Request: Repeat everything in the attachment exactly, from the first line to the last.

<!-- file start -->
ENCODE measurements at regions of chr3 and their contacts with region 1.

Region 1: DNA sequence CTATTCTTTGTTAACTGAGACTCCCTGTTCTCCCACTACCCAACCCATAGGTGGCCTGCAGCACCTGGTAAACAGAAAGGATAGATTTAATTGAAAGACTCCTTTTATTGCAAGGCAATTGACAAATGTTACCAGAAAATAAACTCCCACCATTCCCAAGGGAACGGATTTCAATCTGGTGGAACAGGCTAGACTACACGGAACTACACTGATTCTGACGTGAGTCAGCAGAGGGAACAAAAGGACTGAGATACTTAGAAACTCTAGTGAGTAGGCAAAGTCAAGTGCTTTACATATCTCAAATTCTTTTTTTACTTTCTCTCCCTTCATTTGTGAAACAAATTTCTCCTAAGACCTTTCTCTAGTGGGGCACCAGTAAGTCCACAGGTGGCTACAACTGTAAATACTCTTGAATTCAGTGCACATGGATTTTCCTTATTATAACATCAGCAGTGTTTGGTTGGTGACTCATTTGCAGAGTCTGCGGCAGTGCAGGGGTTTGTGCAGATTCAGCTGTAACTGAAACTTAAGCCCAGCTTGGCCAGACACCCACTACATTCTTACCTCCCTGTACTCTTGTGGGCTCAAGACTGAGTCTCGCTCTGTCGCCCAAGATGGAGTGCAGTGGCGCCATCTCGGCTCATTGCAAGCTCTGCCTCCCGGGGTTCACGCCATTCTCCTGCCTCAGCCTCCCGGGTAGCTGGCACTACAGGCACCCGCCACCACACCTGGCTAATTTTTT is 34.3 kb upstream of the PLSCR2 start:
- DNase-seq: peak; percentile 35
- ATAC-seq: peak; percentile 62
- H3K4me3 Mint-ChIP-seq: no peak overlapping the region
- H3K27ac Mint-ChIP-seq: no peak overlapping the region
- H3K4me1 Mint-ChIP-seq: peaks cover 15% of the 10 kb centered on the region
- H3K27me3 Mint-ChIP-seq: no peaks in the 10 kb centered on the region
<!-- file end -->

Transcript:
ENCODE measurements at regions of chr3 and their contacts with region 1.

Region 1: DNA sequence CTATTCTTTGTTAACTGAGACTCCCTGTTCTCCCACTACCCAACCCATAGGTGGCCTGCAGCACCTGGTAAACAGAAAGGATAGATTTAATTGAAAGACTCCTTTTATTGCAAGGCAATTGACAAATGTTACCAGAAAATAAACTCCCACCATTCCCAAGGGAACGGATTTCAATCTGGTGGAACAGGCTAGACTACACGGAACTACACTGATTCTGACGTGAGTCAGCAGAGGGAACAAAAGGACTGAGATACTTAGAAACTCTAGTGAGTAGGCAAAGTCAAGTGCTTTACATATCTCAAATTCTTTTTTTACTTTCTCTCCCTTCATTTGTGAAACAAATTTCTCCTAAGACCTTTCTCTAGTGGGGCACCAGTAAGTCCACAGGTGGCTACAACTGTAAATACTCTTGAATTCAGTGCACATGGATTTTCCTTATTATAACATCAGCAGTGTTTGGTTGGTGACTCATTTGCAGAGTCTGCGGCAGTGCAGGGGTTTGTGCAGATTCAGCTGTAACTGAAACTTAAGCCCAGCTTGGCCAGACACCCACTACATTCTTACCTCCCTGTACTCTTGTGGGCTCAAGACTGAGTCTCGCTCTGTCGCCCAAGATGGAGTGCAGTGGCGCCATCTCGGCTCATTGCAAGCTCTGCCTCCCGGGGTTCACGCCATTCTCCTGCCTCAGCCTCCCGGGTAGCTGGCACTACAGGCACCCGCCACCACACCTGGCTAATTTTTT is 34.3 kb upstream of the PLSCR2 start:
- DNase-seq: peak; percentile 35
- ATAC-seq: peak; percentile 62
- H3K4me3 Mint-ChIP-seq: no peak overlapping the region
- H3K27ac Mint-ChIP-seq: no peak overlapping the region
- H3K4me1 Mint-ChIP-seq: peaks cover 15% of the 10 kb centered on the region
- H3K27me3 Mint-ChIP-seq: no peaks in the 10 kb centered on the region